Back to School: Thoughts From Parents

  Last modified on September 10th, 2022

With a backpack full of mixed emotions, kids are going back to school. Some students on the UWS have returned to in-person classes while others have started distance learning. The number of UWS students who have opted to go back to school in person is the highest anywhere in the city, Patch reports. Schools around the UWS are doing their best to prepare and communicate to families as to what they should expect going forward.

Erica Gerson, mother of four children who all attend in-person classes at Rodeph Sholom School on 79th and 84th Streets, said that “About 90% of our school opted to be back in person rather than participate in distance learning. I think we all feel confident sending our children back to school because of both the careful planning and the consistent, transparent communication we’ve received from Rodeph Sholom School throughout this pandemic.”


Larry Berman is the Head of Operations at BASIS Independent Manhattan on the UWS, and the parent of a Pre K student. BASIS has started the year with distance learning, and Larry said that so far things are going well for the school. While the school started the year remotely, they will be moving to in-person and hybrid learning starting on September 29th.

“We have heard from our parents that distance learning has been going extremely well right from the start. With the use of our new learning management system and the improvements we made from last year, the teachers put every ounce of themselves into preparing for this school year. They are showcasing their creativity and passion in a way that engages the students and has created instant connections,” Larry said.

Like other school administrators, Larry is going to have to wait and see how things evolve when the time comes for in-person learning. Planning for school to start was nothing short of a herculean effort for schools on the UWS. Preparing for students to be physically and emotionally ready has been tougher than usual. Schools like BASIS and Manhattan Day School have implemented phase-in programs for younger students so they can get used to their new environments and get the support they need.

One UWS parent of two, who is also a doctor specializing in pediatric infection diseases, noted that there are many ways schools can prepare to safely open. This includes making sure mask wearing and social distancing is strictly enforced. Another important aspect to keep children safe is parental responsibility.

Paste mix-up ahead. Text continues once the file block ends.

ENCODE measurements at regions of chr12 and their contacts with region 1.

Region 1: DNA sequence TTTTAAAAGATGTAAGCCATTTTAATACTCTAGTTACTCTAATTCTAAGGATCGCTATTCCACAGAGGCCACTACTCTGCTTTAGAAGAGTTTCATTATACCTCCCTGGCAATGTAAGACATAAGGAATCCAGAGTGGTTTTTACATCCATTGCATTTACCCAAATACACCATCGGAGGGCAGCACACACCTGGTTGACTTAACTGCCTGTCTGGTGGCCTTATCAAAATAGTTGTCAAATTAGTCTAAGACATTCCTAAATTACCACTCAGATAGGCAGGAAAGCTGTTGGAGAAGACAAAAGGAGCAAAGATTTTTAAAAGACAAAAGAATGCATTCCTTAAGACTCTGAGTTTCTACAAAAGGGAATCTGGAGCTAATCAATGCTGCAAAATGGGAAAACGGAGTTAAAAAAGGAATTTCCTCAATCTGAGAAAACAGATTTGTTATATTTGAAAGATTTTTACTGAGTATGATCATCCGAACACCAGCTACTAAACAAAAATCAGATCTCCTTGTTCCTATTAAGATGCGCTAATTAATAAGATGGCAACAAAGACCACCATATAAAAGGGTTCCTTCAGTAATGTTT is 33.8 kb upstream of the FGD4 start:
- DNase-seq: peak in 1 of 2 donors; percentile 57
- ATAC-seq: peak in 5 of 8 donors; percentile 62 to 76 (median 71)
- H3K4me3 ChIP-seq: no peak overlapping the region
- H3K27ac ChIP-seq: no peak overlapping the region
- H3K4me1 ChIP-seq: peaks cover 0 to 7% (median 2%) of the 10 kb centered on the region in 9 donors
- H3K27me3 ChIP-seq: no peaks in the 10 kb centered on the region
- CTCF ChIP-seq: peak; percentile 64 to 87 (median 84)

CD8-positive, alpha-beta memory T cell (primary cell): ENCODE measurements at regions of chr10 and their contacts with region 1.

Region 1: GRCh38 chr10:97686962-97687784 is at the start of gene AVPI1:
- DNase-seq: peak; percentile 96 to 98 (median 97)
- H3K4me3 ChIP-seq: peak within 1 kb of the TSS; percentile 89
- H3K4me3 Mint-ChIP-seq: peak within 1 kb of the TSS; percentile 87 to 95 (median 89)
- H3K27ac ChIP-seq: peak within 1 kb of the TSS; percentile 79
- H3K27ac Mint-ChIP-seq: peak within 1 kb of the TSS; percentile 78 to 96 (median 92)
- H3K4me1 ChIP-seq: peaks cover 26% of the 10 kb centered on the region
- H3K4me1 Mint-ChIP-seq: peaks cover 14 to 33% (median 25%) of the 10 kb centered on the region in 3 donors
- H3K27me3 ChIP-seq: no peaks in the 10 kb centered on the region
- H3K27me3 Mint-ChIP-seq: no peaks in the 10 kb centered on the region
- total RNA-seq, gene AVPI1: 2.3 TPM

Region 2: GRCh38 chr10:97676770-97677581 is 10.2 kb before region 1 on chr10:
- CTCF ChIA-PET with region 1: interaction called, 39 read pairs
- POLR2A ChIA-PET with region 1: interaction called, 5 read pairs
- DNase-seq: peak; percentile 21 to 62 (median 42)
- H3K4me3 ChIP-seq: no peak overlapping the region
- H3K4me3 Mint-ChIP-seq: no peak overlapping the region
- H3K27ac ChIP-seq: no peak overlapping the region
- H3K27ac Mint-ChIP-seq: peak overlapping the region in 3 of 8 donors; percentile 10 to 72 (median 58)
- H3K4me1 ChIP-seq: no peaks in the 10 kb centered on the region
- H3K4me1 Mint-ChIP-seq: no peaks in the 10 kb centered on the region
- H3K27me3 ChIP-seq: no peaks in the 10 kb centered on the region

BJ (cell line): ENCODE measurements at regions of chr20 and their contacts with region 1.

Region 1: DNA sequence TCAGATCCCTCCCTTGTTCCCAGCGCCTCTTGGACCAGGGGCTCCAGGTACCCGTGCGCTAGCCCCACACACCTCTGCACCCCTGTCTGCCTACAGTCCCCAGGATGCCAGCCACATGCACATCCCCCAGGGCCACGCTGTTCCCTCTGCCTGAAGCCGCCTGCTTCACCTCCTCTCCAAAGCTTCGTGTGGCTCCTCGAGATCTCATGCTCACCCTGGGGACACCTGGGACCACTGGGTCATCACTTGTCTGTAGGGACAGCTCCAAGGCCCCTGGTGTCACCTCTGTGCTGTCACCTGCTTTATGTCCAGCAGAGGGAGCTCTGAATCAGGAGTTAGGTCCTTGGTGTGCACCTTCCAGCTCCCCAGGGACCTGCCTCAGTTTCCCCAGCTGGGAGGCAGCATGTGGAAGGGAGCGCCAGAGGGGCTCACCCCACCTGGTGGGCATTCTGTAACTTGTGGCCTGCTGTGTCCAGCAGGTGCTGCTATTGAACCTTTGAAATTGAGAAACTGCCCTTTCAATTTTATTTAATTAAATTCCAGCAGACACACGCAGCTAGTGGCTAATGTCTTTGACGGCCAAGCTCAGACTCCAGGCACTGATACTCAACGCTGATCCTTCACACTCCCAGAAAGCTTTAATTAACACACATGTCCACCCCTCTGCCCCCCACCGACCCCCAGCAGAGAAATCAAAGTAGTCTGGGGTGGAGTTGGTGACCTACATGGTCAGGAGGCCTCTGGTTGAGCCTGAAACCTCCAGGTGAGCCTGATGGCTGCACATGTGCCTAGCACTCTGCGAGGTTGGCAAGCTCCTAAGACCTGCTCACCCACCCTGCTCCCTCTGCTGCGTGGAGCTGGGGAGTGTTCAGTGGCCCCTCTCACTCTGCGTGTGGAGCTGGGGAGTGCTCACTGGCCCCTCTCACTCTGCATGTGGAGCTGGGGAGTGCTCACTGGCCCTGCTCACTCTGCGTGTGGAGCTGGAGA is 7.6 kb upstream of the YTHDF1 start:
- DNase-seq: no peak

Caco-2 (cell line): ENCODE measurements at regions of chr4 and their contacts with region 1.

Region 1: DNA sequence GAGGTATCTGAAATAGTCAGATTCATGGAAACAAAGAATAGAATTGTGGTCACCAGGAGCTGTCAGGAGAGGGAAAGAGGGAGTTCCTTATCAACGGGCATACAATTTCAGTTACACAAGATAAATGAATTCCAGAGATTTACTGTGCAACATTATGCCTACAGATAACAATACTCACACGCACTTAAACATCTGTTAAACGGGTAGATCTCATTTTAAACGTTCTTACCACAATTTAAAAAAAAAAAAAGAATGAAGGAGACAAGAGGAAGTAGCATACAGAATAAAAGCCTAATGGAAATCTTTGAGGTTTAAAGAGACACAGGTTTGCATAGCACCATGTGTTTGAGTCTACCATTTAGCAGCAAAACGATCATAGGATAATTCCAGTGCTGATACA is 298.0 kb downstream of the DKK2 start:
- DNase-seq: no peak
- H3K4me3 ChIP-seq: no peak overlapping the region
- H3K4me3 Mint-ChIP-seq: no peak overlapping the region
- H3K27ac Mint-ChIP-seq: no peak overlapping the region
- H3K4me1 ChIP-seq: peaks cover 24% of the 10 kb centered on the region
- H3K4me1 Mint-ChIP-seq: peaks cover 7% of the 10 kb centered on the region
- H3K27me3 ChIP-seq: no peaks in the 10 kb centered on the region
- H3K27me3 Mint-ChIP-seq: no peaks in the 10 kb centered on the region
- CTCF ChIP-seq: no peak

“Parents being responsible will decrease the risk that children will become infected. [If parents are good role models] then children can go to school and be in a safe environment. If parents are wearing their face masks, keeping social distance, and not attending large events, especially indoor events, that would be a good example to set,” she said.

Being aware that kids can become infected with the COVID-19 virus is important and should not be underestimated. While the rate of infection in New York City is currently low, it is still a risk and there are known complications for some children who contract the virus.

“Some children came in to the hospital with multisystem inflammatory syndrome. That was pretty scary because those kids were really sick,” said the UWS doctor.


Schools are doing the best they can to prepare for worst-case scenarios, and while there are many challenges, parents have been impressed with the communication coming directly from schools.

UWS parent Melanie Wesslock plans to send her 14-year-old son back to school in hybrid fashion.

“His school has done an amazing job so far in communicating how to access the “live” online instruction. All of his classes will have live zooms. The school is small, has working windows and outdoor space. We were pleased with the school’s plan and communication. We were displeased with DOE’s lack of planning. But the individual school’s approach gave us confidence in planning,” Melanie said.

Parents like Melanie have had to think about the many factors before sending their children back to school. One major concern is testing.

“I’ve asked for months how the DOE will handle timely testing for students and staff. If it’s currently taking 5-15 days for results, how can an infected student be detected before a full outbreak? On a separate note, I’m most concerned about students who are falling through the cracks. I’m not sure how the city is addressing this, and how other parents can possibly help those students if DOE can’t,” she said.

Schools may be put in a no-win situation. Teachers, staff, and administrators are working around the clock to make sure they are up to code and ready for students.


“There is no one-size-fits-all solution here and everyone in our community comes to our school with their own unique circumstances, which make it all very personal. The unpredictability and ever-changing landscape is fear-inducing, but we cannot let that emotion fuel our decision-making processes. We have had to utilize data, information, creativity, and humility, all while being flexible and having compassion,” said Larry.

There are things that you can do to protect yourself and keep others safe. For example, making sure you are going to your routine check ups and getting your flu shot are very important this year according to the UWS doctor.

Overall, the feedback for those who have started schools seems to be positive and hopeful. Schools are planning for worst-case situations, but are also stressing the importance of parents and students being part of keeping everyone safe.

“We are just hoping and praying we can keep transmission rates low enough for our children to continue learning in person for the rest of the school year. We are taking it one day at a time and feeling grateful for each and every day of live school,” said Erica.

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